The hype is false; beef is safe, nutritious

Mary Mertz

By A Contributor

Let’s give credit where credit is due.  Whoever first came up with the idea of publicizing the term “pink slime” was a media genius. Green, blue, pink… doesn’t matter; slime is one word that brings forth truly negative images. People don’t usually associate slimy things with what they put into their mouths (gummy worms or oysters on the half shell being exceptions).

The derogatory term referenced above was first used in 2001. Only recently, however, has it been used to wreak havoc on the beef industry.  This was done by creating an unfair negative fervor over a long accepted, safe and trusted process for putting lean beef product on our tables. The public has been bombarded with extreme scare tactics meant to disgust and appall even the most ardent of meat lovers. There is one catch to the hype. It is all a fallacy. 

What happens when people are given misleading information by national broadcasts that seem bolstered by ratings that go higher the more the public is alarmed? How do you combat something once it has gone viral? Unfortunately, the truth and the facts sometimes just aren’t enough to turn around a perception that has been introduced into one’s consciousness. Deception can sometimes be that brilliant.

The meat that is being pulled from production and labeled with a “scarlet letter” in grocery stores is referred to as “lean beef trimmings” or “lean finely textured beef.” These are cuts from the beef animal that 20 years ago could not be used for food but for two decades have been successfully processed in a way to salvage the beef, eliminate the fat and protect the product from bacteria.  The latter is done by using a “spritz” of ammonium hydroxide in gas form. Note that ammonium hydroxide is used in the processing of other products as well, such as chocolates and cheeses. Heaven help us if we start pulling those off the shelf. I’m serious.  Cheese and chocolate are staples in my life and I’m glad they are bacteria free.

But the real audience caught by the sensationalists in this case was moms. Feeding children wholesome, nutritious foods is a top priority for all parents. Even a whisper of something foul in the school lunch program is going to hit home.

When it was reported that schools were buying ammonia laden ground beef, people were rightly concerned. In fact, it is only in some cases that a small, safe amount of ammonia gas or citric acid is used in the production process — and it is done to reduce bacteria.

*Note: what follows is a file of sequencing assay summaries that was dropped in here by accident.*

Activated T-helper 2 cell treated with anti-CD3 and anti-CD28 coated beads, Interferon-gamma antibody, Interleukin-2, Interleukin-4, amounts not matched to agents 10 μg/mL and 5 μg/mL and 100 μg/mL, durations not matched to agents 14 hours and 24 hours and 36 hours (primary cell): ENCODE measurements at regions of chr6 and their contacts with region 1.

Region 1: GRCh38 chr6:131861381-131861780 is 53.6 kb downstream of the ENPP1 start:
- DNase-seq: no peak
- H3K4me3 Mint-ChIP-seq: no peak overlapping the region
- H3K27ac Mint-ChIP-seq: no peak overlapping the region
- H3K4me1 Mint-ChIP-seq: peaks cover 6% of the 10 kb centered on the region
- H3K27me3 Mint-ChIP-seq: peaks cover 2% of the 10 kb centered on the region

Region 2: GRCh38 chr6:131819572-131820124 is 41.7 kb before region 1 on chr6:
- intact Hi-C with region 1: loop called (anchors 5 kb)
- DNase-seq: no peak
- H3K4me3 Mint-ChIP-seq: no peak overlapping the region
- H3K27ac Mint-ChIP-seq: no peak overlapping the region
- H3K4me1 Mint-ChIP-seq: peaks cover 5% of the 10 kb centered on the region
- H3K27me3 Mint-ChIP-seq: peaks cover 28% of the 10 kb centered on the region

When steaks and roasts are cut, there is “trim” that becomes ground beef. The companies supplying lean finely textured beef use a process to remove a lot of the fat from the lean beef in the trim, which is then added to ground beef as a concentrated lean source of protein. I believe that our kids were in fact eating lean, safe meat at school. Pulling this product from shelves is not only unnecessary, but will result in having to process 1.5 million more cattle a year to make up for the lost inventory.

This situation should infuriate all of us. It is a case of being inundated by inaccuracies.  I’ve done my homework and am saddened this happened. This episode shows us how little we know about how our food is processed, but it also shows us how fast we are to jump on the panic bandwagon. Again, lean beef trimmings have been produced for 20 years. What is new to the consumer is the use of an awful catch phrase that ignited the airwaves like wildfire. The outrage against the beef product stemmed more from the unpleasantness of the term than any factual reasoning. The health benefits of the product were ignored.

From what I understand, there will now be labels identifying lean finely textured beef.  That’s fine. People love labels. I would suggest checking for more information on this subject. 

This fire will die out eventually as more and more consumers educate themselves about how all their food is prepared and processed. We were given a greater assurance of leaner, safer, more affordable beef when the U.S. Department of Agriculture approved the system for lean beef trimmings years ago. Our fears of salmonella and e.coli were drastically reduced. It is what the public wanted, and the public will always get what it wants.

Let’s just hope that when the next panic bandwagon pulls up, consumers are willing to do their homework before they jump on board. 

Mary Mertz was born and raised in Chicago and now lives and works for the Mertz family farm east of Manhattan.

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